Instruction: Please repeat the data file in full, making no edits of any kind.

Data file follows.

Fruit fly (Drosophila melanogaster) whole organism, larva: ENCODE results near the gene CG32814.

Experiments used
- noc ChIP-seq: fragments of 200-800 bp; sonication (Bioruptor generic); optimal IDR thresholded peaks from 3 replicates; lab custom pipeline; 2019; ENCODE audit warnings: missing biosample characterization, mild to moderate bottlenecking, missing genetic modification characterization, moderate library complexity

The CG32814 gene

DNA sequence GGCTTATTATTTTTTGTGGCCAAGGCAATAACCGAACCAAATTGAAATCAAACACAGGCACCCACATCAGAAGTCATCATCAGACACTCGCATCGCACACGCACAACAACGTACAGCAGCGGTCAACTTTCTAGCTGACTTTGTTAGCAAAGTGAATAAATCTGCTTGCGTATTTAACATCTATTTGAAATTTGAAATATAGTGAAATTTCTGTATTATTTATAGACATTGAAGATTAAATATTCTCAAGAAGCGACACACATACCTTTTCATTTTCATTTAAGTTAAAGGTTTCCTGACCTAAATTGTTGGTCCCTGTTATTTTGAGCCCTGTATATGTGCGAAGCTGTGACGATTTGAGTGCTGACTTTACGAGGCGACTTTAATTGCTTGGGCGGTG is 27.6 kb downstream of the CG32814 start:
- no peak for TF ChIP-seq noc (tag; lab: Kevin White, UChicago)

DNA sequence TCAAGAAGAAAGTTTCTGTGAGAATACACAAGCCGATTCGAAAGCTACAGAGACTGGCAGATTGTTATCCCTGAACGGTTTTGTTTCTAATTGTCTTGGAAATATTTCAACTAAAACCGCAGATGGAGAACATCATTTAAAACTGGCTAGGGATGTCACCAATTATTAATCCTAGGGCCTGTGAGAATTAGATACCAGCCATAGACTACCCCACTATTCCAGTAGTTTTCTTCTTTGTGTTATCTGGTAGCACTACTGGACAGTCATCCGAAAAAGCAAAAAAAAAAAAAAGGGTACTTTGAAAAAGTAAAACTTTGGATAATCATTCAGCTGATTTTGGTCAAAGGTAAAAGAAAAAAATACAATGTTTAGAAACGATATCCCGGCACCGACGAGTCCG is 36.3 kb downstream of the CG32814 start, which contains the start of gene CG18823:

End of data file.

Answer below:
Fruit fly (Drosophila melanogaster) whole organism, larva: ENCODE results near the gene CG32814.

Experiments used
- noc ChIP-seq: fragments of 200-800 bp; sonication (Bioruptor generic); optimal IDR thresholded peaks from 3 replicates; lab custom pipeline; 2019; ENCODE audit warnings: missing biosample characterization, mild to moderate bottlenecking, missing genetic modification characterization, moderate library complexity

The CG32814 gene

DNA sequence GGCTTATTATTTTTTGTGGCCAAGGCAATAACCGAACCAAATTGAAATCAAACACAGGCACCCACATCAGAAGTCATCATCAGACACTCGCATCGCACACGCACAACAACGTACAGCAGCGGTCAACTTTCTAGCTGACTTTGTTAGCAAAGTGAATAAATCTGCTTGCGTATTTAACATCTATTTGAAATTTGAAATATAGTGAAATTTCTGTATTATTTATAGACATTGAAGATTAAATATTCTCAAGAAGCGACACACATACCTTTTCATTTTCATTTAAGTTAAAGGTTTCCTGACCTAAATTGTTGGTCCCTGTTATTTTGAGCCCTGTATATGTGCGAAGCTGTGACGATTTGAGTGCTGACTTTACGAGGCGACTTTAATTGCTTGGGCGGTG is 27.6 kb downstream of the CG32814 start:
- no peak for TF ChIP-seq noc (tag; lab: Kevin White, UChicago)

DNA sequence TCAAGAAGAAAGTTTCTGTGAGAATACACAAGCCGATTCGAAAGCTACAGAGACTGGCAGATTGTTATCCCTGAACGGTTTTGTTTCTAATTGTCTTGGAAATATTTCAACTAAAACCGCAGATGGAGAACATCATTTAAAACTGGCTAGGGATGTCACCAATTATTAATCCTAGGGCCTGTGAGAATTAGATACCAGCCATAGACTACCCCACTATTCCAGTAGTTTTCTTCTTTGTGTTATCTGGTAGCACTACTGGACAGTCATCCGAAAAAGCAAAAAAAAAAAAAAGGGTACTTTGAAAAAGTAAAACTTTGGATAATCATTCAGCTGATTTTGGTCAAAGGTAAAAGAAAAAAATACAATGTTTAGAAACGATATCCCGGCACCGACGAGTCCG is 36.3 kb downstream of the CG32814 start, which contains the start of gene CG18823: